The National Council of Provinces (NCOP) held a strategic planning and review session to assess how well its committees have done so far and how it can improve to enable it to achieve its cooperative and intergovernmental mandates.

This was timely, given the fact that the meeting occurred “shortly after we have passed the halfway mark in the life of the sixth Parliament. It is a critical juncture at which we can say we are able to recall the work done so far and to re-assess our priorities,” said the Chairperson of the NCOP, Mr Amos Masondo.  

Parliament’s committees lie at the heart of its constitutional mandates, Mr Masondo explained. This is because they monitor and oversee the work and budgets of national government departments and hold them accountable. They also initiate and amend Bills and consider provincial legislative proposals and special petitions. They may also examine specific areas of public interest.

The committees are supposed to push for accountability in a manner that considers the principles of cooperative government and intergovernmental relations, while respecting the jurisdictions, institutional integrity and powers of each sphere of governance.

This oversight work finds expression in programmes such as Local Government Week, which assists in sharing best practices and to standardise cooperative and intergovernmental practices across the local government sphere. “It is therefore important that we continue to reflect on the issues that SALGA [South African Local Government Association] has already deposited with us, especially during the Local Government Week programme held in 2020, and to support new initiatives that are aimed at facilitating progress in the fulfilment of the constitutional objectives of local government,” Mr Masondo said.

NCOP’s committees will also need to adjust their priorities in relation to the State of the Nation Address and other prevailing circumstances, he said.

Giving his input, the House Chairperson of Committee in the NCOP responsible for committees, Mr Jomo Nyambi, stated that Parliament’s mandate has not changed after the fire at Parliament. “We continue to work effectively and efficiently beyond partisan lines for the good cause of South Africans … We will take the opportunity afforded to us by this session to recommit to our constitutional mandate,” he reassured those in attendance. The NCOP also learnt, through the social unrests in July 2021, that committees need to be proactive and agile to prevailing situations rather than being reactive.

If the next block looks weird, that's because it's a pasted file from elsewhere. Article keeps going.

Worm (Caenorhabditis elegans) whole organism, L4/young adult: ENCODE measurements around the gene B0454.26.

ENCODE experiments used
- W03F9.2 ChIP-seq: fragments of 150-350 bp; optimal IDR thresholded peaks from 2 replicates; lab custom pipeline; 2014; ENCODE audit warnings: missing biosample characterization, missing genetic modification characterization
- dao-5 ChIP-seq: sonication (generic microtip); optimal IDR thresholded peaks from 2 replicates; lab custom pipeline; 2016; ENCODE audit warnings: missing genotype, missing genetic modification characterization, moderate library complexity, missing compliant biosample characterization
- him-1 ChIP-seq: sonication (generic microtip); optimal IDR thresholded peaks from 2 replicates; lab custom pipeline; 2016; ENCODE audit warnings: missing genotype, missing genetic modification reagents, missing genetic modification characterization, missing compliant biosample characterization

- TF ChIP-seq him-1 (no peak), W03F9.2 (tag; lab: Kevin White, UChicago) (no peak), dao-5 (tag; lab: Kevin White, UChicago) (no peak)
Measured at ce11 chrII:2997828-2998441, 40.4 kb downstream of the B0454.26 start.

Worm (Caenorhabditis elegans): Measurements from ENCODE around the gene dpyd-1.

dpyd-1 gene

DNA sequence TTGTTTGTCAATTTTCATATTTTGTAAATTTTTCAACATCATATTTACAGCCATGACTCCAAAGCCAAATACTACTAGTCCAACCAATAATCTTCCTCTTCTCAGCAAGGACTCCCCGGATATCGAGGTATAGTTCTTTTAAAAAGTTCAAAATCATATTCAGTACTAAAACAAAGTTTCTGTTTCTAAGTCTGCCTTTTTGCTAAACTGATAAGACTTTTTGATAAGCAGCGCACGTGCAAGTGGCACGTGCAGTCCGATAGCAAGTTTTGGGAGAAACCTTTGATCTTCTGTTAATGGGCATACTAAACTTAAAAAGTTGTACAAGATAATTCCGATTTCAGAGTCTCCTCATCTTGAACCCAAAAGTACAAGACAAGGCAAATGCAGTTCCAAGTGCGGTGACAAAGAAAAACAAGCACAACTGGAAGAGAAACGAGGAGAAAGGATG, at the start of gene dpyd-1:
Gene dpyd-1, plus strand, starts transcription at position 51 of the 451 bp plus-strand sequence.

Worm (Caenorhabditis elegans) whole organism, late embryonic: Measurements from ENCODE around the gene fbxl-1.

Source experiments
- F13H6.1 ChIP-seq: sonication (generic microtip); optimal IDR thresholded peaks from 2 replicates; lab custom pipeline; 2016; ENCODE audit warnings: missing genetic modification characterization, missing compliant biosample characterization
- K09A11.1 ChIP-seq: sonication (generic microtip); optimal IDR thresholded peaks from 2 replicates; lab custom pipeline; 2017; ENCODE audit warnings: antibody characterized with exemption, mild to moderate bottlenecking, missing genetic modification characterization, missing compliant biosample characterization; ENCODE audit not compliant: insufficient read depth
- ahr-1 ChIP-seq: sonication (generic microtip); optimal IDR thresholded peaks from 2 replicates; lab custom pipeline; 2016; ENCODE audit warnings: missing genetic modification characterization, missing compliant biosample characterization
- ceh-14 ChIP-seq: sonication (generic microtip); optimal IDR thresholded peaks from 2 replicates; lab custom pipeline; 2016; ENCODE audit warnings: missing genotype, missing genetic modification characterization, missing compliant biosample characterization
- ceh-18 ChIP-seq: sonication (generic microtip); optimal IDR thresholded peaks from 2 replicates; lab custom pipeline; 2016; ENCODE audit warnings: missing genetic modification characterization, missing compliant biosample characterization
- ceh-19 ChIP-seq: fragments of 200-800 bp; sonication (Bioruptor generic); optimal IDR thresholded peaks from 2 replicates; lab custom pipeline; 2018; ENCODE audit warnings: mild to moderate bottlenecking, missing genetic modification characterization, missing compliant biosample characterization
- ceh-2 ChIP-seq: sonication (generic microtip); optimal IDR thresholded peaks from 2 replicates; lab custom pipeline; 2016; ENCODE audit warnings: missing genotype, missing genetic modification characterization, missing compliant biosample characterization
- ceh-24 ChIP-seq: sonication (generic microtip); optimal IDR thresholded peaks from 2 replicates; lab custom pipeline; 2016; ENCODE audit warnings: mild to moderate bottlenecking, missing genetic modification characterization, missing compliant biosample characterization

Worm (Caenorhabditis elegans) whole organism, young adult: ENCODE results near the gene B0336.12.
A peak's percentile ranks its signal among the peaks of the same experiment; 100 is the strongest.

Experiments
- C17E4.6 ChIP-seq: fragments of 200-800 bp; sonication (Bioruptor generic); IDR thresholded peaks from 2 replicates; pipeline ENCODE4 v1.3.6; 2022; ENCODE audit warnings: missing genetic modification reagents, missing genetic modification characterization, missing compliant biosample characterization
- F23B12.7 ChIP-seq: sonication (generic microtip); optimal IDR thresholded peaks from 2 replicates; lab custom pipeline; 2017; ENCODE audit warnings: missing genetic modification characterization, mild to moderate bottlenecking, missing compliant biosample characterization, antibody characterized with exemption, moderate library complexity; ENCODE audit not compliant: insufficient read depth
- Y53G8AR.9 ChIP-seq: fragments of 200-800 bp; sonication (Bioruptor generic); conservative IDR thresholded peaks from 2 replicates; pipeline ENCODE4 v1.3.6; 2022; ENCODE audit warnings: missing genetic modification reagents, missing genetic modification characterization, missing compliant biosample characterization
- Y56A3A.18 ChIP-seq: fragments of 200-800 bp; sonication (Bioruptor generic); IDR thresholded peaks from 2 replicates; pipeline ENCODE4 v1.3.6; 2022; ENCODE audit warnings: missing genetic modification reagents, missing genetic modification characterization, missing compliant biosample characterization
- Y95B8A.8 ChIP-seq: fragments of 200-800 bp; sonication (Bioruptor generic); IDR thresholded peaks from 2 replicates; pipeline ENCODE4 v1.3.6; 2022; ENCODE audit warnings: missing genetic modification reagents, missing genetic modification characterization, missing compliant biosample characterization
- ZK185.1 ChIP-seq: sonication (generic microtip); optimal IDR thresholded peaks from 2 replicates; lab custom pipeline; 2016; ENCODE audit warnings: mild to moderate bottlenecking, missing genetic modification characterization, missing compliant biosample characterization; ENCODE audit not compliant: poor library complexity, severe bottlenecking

The Chief Whip of the NCOP, Mr Seiso Mohai, proclaimed that this session took place at the time when South Africa’s democratic and developmental agenda is facing enormous internal and external challenges. The biggest of these are external factors beyond our control, Mr Mohai said. Most notable of these challenges are the persistent effect of the 2008 global economic meltdown that continues to erode the capacity of the national fiscus to deal with poverty, unemployment and inequality. These problems have been compounded by the Covid-19 pandemic.

Parliament needs to situate its thinking within this macroeconomic framework to consider new ways of doing business that respond these challenges, he said. We need to determine what impact this session will have on the broader mandate of the NCOP. “It’s critical to consider what impact is our plan going to make on the lives of the people? How are we going to measure this impact? How are our plans going to foster social compact with array of social forces at play as the architects of the collective future of our people?”

To respond to some of these questions, we need to revive the ethos of an “activist” parliament, he reckoned. This can be achieved if NCOP’s committees could forge a social compact with interest groups in pursuit of a people-centred parliamentary posture.

In his presentation, the Director of Parliamentary Budget Office, Dr Dumisani Dyantjies, pointed to the lack of technical and administrative capacities as the root cause of the financial distress of many municipalities. This leads to underspending of infrastructure grants. Greater spending efficiency and fiscal discipline is required in provinces and municipalities to improve service delivery.

In her presentation, the Acting Secretary to Parliament, Ms Baby Tyawa, stated that the role of parliamentary staff is to ensure that committees improve the quality of their scrutiny of money bills and budgetary recommendations. “We are aligning our budget priorities accordingly, she said.

Furthermore, committees will be given more space and time for oversight work. There are also plans to improve parliamentary staff analysis and research outputs, which will give committee members deeper insight into the oversight issues they face. Ms Tyawa remarked that although Covid-19 brought untold human and economic distress, it assisted Parliament to enhance its technological capacities and members were trained to use hybrid forms of communication for their committee work.

Abel Mputing
2 March 2022